I figured the answer would be clear cut. Sadly, it is not. The laws in the United States are insanely complex and written by idiots. I used to work in accounting. I hated it. :sick: When we had a question about a tax issue, we would have to go talk to the Tax Manager. He'd often try and get as an answer by perusing the IRS website. He wasn't always successful. Sometimes we'd have to get the legal department involved. Sometimes, they couldn't give a concrete answer because, quite frankly, tax laws can be vague.
Basically, when dealing with tax laws, you are ALWAYS walking on thin ice. You won't go to prison for making a simple mistake. But penalties and interest can add up.
A noncapital asset is property that is not a capital asset. The following kinds of property are not capital assets.
A copyright; a literary, musical, or artistic composition; a letter; a memorandum; or similar property (such as drafts of speeches, recordings, transcripts, manuscripts, drawings, or photographs):
- Created by your personal efforts,
- Prepared or produced for you (in the case of a letter, memorandum, or similar property), or
- Received from a person who created the property or for whom the property was prepared under circumstances (for example, by gift) entitling you to the basis of the person who created the property, or for whom it was prepared or produced.
Dispositions of Intangible Property
Intangible property is any personal property that has value but cannot be seen or touched. It includes such items as patents, copyrights, and the goodwill value of a business.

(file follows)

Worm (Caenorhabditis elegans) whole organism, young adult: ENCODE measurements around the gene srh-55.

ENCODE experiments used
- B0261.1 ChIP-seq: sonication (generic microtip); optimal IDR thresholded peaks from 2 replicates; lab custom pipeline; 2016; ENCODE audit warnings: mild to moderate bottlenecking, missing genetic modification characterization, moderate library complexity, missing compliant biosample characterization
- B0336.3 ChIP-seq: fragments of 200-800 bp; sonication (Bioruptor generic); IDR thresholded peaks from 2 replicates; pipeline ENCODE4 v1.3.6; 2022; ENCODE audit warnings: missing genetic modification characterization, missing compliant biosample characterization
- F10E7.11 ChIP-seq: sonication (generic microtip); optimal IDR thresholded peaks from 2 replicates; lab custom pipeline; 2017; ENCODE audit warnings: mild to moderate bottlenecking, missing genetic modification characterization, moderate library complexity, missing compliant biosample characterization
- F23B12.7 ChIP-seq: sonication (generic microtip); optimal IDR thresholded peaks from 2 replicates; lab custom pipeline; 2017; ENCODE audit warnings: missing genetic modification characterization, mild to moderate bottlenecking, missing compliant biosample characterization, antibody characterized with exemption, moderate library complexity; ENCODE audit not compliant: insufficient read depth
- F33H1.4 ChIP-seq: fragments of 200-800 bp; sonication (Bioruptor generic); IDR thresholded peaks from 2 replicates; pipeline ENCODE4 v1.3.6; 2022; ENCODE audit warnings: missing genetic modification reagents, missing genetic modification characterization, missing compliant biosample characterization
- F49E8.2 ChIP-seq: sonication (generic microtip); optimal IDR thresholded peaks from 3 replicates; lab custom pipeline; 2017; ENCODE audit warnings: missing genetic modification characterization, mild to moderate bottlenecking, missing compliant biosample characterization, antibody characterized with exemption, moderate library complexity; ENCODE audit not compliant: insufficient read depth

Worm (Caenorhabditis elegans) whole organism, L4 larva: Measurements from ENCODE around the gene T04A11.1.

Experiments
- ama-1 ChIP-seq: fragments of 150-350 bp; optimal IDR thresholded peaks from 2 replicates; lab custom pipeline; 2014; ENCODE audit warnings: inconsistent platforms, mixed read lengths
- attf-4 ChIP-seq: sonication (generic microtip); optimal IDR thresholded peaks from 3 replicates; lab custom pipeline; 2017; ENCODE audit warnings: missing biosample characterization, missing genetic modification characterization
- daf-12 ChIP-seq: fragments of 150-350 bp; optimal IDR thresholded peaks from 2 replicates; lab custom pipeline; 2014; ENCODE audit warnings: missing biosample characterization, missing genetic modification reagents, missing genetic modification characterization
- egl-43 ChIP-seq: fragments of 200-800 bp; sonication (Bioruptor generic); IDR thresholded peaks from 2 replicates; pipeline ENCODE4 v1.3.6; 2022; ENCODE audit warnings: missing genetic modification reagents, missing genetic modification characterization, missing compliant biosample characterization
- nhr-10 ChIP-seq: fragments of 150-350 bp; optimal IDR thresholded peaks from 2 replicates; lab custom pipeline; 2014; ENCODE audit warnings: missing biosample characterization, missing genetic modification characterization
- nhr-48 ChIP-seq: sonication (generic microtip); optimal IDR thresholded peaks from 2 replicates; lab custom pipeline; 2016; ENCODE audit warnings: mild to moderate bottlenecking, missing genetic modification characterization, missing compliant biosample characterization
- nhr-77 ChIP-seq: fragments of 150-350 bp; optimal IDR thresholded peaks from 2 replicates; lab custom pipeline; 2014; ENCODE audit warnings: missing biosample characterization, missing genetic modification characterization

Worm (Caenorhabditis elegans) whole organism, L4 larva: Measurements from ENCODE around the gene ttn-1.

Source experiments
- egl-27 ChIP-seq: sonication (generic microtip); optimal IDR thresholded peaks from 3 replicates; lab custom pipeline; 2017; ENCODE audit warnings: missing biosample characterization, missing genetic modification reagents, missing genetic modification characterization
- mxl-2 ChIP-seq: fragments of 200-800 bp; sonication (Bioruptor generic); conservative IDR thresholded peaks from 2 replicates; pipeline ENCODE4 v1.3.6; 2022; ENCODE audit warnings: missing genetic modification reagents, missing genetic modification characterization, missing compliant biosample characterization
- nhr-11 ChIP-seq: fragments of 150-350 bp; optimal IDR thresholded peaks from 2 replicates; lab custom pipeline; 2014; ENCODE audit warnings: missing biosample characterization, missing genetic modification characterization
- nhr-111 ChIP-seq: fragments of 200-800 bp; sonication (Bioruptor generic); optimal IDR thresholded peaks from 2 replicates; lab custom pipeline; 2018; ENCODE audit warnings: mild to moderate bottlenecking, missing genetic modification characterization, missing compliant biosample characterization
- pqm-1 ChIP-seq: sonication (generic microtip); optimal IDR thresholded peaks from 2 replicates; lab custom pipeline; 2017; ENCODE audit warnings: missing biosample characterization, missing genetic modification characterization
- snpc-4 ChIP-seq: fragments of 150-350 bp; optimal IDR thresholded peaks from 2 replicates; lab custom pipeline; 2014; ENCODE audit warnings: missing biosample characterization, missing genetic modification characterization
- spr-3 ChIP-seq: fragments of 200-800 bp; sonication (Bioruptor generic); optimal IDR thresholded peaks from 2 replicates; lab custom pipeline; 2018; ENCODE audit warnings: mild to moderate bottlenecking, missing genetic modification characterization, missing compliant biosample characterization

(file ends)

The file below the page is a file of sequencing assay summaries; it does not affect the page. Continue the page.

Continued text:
Franchise, Trademark, or Trade Name
If you transfer or renew a franchise, trademark, or trade name for a price contingent on its productivity, use, or disposition, the amount you receive generally is treated as an amount realized from the sale of a noncapital asset.
Even then, it refers you to other chapters. So the answer is: there is no answer yet. :rolleyes:
A website is many things, all intangible. A website contains copyrights, trademarks, and cash flows if it generates revenues. A website is also a domain name, which should be a clear-cut example of a capital asset.
If a book publisher is sold, are all the copyrights it owns separated out or is the entire business sale treated as a capital gain or loss?
My guess would be that if a website is sold in its entirety, it would be treated as a capital asset. However, calculating the cost basis of that asset is another matter entirely.
If the website were incorporated and you were the sole stockholder and sold your stock in the company, wouldn't that be a simple capital gain? But again, how is the cost basis calculated? I assume any revenue for which you already paid income taxes would be factored into the cost basis because your work is what created the value of the company and you have already paid taxes on the income derived from that work.
There are tax implications in how a business is sold as well. I don't know what they are. But I know that a business can be sold as a whole or it can be sold as assets.
When selling a business you have two options: You can opt either for an “entity sale” or an “asset sale.” Making the right choice between the two can help minimize the taxes that you will owe once the sale is complete.
The current regime in Washington is working hard to make our tax laws even more complex. :mad: